Vertical structure of an OGCM simulation of the equatorial Pacific ocean in 1985-1994
Boris Dewitte, Gilles Reverdin and Christophe Maes
We investigate the vertical structure of the variability in the equatorial Pacific in a high-resolution Ocean General Circulation simulation for 1985-1994. Near the equator the linear vertical modes are estimated at each grid point and time step of the OGCM simulation. The characteristics of the vertical modes are found to vary more in space than in time. The contribution of baroclinic modes to surface zonal current and sea level anomalies is analysed. The first two modes contribute with comparable amplitude but with different spatial distribution in the equatorial wave guide. The third and fourth modes exhibit peaks in variability in the east and in the westernmost part of the basin where the largest zonal gradients in the density field and in the vertical mode characteristics are found. Higher-order mode (sum of third to the eighth mode) variability is the largest near the dateline close to the maximum in zonal wind stress variability. Kelvin and first-meridional Rossby components are derived for each of the first three baroclinic contributions by projection onto the associated meridional structures. They are compared to equivalent ones in multi-mode linear simulations done with the projection coefficients and phase speeds derived from the OGCM simulation. The simulations reveal that in addition to the first mode forced equatorial Kelvin and Rossby waves earlier found in the data, forced waves higher vertical modes should also be observable. For the first two vertical modes, the anomalies in the linear and the OGCM simulations have a similar magnitude and usually present similar propagation characteristics. Phase speed characteristics are however different in the eastern Pacific with larger values for the OGCM. The effect of zonal changes in the stratification is tested in the linear model for a stratification change located either in the eastern or in the western Pacific. This results in a significant redistribution of energy to higher modes via modal dispersion. In particular the third mode increases to a magnitude closer to the one in the OGCM simulation. Gravest modes are also affected. This suggests that modal dispersion plays an important role and should be considered when interpreting data as a combination of linear long equatorial waves.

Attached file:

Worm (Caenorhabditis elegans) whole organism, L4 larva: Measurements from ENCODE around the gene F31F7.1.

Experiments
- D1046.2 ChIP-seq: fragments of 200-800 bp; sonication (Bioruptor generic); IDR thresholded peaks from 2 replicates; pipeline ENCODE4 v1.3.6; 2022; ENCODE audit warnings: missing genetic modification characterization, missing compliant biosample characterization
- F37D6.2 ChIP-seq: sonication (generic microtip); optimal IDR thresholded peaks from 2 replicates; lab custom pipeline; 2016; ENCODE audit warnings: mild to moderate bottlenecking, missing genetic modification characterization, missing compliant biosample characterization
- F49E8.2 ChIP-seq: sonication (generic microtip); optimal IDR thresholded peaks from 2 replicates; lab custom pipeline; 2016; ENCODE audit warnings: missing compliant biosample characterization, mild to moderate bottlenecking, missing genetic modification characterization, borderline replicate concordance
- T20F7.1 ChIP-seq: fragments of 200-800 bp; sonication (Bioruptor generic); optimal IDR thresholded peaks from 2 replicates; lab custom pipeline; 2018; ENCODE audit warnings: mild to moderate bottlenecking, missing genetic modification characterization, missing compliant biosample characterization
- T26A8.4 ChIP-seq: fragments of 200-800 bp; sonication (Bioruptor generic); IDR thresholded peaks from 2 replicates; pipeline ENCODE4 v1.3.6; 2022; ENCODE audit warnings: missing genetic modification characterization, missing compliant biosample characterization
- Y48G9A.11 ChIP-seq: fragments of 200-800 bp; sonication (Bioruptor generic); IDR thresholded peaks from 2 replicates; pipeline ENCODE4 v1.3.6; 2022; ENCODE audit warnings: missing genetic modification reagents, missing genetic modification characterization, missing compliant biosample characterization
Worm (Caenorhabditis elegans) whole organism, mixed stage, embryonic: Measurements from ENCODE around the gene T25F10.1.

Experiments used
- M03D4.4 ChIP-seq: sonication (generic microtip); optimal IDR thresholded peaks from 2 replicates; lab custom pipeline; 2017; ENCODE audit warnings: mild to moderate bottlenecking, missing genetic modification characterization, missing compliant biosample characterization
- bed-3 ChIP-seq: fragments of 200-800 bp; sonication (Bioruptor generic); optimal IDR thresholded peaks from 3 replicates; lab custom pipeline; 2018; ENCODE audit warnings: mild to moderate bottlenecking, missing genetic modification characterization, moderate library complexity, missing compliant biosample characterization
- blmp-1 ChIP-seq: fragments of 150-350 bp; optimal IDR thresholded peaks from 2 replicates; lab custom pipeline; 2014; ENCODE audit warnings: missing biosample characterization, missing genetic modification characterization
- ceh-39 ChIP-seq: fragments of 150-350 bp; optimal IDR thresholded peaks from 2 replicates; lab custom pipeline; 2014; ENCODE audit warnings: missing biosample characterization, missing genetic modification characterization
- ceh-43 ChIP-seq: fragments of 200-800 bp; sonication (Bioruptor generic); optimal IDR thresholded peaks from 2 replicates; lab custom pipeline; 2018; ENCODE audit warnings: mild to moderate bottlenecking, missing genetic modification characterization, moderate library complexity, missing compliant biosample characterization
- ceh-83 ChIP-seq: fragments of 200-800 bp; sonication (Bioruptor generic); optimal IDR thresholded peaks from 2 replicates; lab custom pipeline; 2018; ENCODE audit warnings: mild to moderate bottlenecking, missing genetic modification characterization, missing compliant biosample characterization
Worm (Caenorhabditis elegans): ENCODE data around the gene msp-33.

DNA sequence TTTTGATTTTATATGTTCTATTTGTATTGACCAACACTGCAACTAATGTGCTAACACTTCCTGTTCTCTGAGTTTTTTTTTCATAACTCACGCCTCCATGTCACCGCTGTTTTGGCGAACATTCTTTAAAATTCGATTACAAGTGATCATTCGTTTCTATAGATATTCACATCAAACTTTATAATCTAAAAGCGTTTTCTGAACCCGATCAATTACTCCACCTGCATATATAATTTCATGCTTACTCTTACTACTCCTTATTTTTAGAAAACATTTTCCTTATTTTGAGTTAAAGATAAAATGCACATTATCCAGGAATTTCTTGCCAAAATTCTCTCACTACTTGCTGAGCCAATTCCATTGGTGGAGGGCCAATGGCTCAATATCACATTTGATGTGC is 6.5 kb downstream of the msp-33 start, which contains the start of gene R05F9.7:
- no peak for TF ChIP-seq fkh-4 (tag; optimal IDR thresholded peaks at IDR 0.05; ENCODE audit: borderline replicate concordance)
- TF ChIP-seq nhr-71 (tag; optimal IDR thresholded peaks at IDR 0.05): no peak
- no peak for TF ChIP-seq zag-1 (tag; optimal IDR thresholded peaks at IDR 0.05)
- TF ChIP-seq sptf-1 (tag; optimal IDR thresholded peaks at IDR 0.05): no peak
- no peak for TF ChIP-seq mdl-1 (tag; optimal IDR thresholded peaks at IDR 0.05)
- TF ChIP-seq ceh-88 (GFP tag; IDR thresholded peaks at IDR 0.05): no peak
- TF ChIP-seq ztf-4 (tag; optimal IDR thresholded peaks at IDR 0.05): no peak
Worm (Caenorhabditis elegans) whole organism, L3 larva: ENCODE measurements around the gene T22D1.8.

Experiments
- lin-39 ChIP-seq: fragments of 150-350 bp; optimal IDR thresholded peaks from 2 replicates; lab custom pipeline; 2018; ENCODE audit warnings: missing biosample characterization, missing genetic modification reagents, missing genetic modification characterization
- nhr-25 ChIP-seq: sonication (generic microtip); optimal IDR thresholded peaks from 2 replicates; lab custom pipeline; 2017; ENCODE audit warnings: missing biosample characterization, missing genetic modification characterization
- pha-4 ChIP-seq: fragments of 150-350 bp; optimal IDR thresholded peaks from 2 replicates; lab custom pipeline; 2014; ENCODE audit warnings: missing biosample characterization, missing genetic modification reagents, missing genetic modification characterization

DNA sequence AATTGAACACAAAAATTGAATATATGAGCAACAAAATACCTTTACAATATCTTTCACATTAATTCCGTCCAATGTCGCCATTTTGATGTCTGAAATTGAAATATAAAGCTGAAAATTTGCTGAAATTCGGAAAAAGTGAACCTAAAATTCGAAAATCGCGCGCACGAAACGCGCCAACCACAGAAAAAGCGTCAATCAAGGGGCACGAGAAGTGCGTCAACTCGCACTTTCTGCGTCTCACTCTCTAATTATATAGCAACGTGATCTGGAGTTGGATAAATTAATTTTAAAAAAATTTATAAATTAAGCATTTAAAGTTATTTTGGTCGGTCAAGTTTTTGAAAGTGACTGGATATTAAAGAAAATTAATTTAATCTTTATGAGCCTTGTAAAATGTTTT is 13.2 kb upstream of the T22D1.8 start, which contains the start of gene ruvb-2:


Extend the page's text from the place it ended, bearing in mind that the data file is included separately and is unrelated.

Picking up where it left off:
Acknowledgements. Computing supports for running the OGCM was provided by the Institut du Developpement et des Ressources en Informatique Scientifique (IDRIS). Corinne Michau (CNES) provided unvaluable technical assistance. The authors would like to thank Pascale Delecluse and Jean François Minster who were instrumentals in initiating this study. We particulary thank Rui Ponte for stimulating discussions during his stay at LEGOS and Claire Périgaud for her comments and suggestions during Boris Dewitte’s visits at JPL . We also thank Vincent Echevin for interesting discussions and Eric Guilyardi for presenting part of the results of this study at the IAPSO conference in Melbournes (July 1997). Thanks are adressed to Ken Clarke, Denise Kriesel, Eric Houplain and Markus Durstewitz for their support during the course of this study. Fruitful discussions with Yves DuPenhoat, Joël Picaut, Jean-Philippe Boulanger and Christophe Menkes were also appreciated. Finally, the author wish to thank Paul S. Schopf, Julian P. McCreary and an anonymous reviewer for their fruitful comments. Funding for B. Dewitte and G. Reverdin was provided by CNRS (Centre National de la Recherche Scientifique). Funding for C. Maes was provided by AGORA (Project of the environment program of the EEC).